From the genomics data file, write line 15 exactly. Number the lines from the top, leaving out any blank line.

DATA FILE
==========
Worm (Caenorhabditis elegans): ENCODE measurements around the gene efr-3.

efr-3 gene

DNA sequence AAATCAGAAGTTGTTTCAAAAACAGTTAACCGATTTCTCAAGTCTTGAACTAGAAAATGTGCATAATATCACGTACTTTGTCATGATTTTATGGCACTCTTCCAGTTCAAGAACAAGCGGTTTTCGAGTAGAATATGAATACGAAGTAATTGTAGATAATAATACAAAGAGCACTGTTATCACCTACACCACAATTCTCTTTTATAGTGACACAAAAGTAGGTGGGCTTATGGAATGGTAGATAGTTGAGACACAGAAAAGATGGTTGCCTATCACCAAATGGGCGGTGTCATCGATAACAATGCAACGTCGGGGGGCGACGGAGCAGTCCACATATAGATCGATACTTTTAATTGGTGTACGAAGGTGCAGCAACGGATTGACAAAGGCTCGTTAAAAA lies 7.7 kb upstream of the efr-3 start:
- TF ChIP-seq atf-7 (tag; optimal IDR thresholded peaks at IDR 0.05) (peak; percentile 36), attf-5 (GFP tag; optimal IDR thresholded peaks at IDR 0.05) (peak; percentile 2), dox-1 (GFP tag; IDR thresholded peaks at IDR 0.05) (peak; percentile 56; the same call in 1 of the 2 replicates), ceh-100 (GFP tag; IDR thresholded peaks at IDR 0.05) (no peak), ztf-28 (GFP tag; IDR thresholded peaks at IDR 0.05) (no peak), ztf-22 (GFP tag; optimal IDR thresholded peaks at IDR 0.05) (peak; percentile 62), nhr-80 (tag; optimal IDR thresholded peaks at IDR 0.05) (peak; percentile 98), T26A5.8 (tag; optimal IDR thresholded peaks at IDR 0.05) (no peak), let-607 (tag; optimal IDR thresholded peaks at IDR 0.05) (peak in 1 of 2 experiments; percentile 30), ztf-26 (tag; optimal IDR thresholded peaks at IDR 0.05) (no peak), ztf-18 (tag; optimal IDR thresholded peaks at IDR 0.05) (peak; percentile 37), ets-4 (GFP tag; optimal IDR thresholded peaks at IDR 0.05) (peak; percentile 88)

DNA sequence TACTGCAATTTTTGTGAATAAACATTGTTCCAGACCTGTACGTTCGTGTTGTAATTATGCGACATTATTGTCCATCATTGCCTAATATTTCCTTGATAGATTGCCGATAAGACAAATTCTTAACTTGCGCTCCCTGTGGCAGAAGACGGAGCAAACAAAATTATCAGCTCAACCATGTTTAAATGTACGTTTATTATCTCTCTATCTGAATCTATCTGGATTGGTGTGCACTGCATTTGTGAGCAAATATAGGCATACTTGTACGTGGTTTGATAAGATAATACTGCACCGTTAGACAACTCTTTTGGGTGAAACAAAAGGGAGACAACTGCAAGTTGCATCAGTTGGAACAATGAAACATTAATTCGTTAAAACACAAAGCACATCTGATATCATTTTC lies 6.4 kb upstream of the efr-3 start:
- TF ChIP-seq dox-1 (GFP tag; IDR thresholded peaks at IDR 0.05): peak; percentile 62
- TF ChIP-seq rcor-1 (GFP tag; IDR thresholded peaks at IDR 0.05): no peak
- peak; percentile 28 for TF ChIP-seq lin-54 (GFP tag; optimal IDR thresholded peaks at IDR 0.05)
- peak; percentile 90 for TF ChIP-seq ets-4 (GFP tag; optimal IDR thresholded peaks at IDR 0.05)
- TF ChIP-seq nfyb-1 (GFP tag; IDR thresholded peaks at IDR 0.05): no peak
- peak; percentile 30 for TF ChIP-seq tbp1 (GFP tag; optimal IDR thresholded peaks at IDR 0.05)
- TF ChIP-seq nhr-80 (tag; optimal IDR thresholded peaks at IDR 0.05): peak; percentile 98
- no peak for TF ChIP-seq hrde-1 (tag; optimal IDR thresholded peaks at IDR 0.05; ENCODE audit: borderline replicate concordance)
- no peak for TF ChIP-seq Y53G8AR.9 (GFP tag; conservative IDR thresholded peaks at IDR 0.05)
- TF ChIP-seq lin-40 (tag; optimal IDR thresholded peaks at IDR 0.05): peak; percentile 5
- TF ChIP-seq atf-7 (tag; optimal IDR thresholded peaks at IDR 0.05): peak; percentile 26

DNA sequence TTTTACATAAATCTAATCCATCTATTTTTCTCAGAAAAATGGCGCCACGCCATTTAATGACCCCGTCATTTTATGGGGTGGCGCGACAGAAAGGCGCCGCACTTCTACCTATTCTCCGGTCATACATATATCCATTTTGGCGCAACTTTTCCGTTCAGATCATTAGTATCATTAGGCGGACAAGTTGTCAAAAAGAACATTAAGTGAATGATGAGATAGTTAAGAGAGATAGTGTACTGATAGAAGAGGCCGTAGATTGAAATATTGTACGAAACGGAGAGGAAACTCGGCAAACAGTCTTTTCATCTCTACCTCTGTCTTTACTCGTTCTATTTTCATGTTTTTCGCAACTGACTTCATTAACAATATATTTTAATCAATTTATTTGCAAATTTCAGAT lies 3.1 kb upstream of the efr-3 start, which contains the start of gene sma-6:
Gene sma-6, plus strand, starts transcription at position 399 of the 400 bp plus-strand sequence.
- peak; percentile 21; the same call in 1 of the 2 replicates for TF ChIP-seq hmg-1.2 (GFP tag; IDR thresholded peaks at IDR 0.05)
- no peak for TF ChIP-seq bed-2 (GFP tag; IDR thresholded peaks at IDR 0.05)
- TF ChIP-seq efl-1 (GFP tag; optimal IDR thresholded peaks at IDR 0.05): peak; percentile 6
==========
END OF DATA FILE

- TF ChIP-seq lin-40 (tag; optimal IDR thresholded peaks at IDR 0.05): peak; percentile 5